More shots. More newspaper clippings. More popularity. More ego. More attention from your classmates and the kids that are labeled “cool” at school. But I learned that summer, (rather quickly) that the secret to winning championships isn’t always about basketball talent or athleticism, it is about understanding human nature and then being self-aware of your ego WANTING MORE.

So let’s rewind to our Gus Macker title defense when I learned this lesson. My teammate Johnny was a better scorer than me. He could shoot from anywhere. He was relentless in his accuracy and creativity around the hoop. But I wanted to squabble over who was better, who could score more, who could do this or that better. I wanted to prove it to him, to our teammates, to anyone that asked, and to myself. Basically, my ego wanted to be known. It wanted to be stroked. It wanted to be told it was better.

It wanted more.

Right before the game started, as we argued on the court about who was better, who could score more, right before I threw a haymaker, his mother stopped us, yelling, “What are you two doing? WHAT ARE YOU DOING?”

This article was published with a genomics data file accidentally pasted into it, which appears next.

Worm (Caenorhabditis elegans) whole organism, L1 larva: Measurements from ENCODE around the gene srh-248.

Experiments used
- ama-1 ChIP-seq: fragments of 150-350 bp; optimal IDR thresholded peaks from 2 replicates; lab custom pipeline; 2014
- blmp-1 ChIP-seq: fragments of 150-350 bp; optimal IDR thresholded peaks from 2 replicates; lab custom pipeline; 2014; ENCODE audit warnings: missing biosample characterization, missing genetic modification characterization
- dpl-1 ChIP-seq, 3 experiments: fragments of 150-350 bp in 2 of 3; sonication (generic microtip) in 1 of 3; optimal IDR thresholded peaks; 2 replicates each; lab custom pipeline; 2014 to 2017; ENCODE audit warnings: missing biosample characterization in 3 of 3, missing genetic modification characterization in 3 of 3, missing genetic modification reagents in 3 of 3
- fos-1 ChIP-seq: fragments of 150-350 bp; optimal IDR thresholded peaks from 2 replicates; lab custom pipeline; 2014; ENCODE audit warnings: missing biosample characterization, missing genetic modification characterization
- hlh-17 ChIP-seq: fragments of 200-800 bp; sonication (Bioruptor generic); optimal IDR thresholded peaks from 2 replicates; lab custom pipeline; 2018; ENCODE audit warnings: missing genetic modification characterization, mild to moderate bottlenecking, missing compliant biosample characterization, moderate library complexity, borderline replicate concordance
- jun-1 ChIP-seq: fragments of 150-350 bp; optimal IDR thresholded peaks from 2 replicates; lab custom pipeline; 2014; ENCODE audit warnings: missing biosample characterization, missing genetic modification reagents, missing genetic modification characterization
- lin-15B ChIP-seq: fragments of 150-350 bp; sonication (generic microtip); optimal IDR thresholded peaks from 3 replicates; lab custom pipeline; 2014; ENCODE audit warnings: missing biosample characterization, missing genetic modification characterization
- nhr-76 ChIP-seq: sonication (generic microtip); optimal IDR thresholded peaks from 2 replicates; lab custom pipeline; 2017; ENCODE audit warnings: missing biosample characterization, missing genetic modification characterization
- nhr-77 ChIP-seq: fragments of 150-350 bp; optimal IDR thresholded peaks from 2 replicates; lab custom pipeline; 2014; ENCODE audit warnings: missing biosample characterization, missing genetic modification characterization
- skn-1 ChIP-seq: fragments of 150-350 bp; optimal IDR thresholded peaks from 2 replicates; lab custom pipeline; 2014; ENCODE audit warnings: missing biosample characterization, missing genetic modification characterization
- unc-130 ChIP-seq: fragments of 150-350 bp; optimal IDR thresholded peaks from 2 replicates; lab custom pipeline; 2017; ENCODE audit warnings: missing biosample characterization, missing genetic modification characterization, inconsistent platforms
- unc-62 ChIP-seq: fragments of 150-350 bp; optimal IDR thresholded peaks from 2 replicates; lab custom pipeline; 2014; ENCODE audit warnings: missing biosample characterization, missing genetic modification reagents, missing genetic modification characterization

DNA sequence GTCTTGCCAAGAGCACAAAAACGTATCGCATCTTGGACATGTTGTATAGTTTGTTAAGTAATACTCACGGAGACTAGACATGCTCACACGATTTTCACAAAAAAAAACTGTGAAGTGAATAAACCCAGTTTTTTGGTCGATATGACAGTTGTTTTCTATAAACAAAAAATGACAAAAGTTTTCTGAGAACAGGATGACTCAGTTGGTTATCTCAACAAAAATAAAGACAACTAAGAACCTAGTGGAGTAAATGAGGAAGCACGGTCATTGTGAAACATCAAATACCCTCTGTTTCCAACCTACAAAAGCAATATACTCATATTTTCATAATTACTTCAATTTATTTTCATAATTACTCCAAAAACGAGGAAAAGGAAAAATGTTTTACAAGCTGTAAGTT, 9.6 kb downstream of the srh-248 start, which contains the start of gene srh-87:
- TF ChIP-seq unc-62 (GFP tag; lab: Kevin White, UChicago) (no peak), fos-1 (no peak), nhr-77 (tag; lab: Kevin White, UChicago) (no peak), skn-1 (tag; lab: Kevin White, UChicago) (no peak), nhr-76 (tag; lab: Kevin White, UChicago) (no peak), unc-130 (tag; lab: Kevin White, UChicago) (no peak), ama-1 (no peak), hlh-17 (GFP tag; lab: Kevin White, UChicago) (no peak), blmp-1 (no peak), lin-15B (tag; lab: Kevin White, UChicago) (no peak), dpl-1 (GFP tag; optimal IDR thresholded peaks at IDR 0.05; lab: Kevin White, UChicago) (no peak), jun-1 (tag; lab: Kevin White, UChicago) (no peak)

I put my head down and walked off the court. Fifteen minutes later, still humiliated, we tried to pull it together and play our game.

We got smashed.

Our title defense looked like Jordan’s Bulls whipping on the Charlotte Hornets without Larry Johnson or Alonzo Mourning and worse, this was a classic case of Riley’s “The Disease of More.”

It was the disease of me and the disease of more.

"Detroit Country Day's Shane Battier against Petosky in a March 13, 1997 game."

There I am(#24) chasing Mr. Basketball, Detroit Country Day’s Shane Battier against my team Petoskey in our Final Four loss on March 13, 1997 game.

Yet, losing can shine the light on growth and self-awareness. And as I was watching ego self destruct team chemistry, I quickly realized that winning took precedence over everything.

On the ride home, watching the highways unwind out my window, I thought about Johnny’s strengths, about mine, and the rest of the team’s. Johnny was higher up on the food scoring pyramid. No if’s, ands, or buts about it. He was just a better scorer than me. Little did I know, he would be one of three players to go onto score over 2,000 points in high school and college.

Maybe Shane Battier did that as well?

Who knows (lucky for me, four years after our Gus Macker loss, I got to guard Mr. Basketball Battier in the Michigan Final Four of my junior year, eh hem, we held him to single digits, but he had the flu, so much to my chagrin, we can’t take full credit for that defensive effort).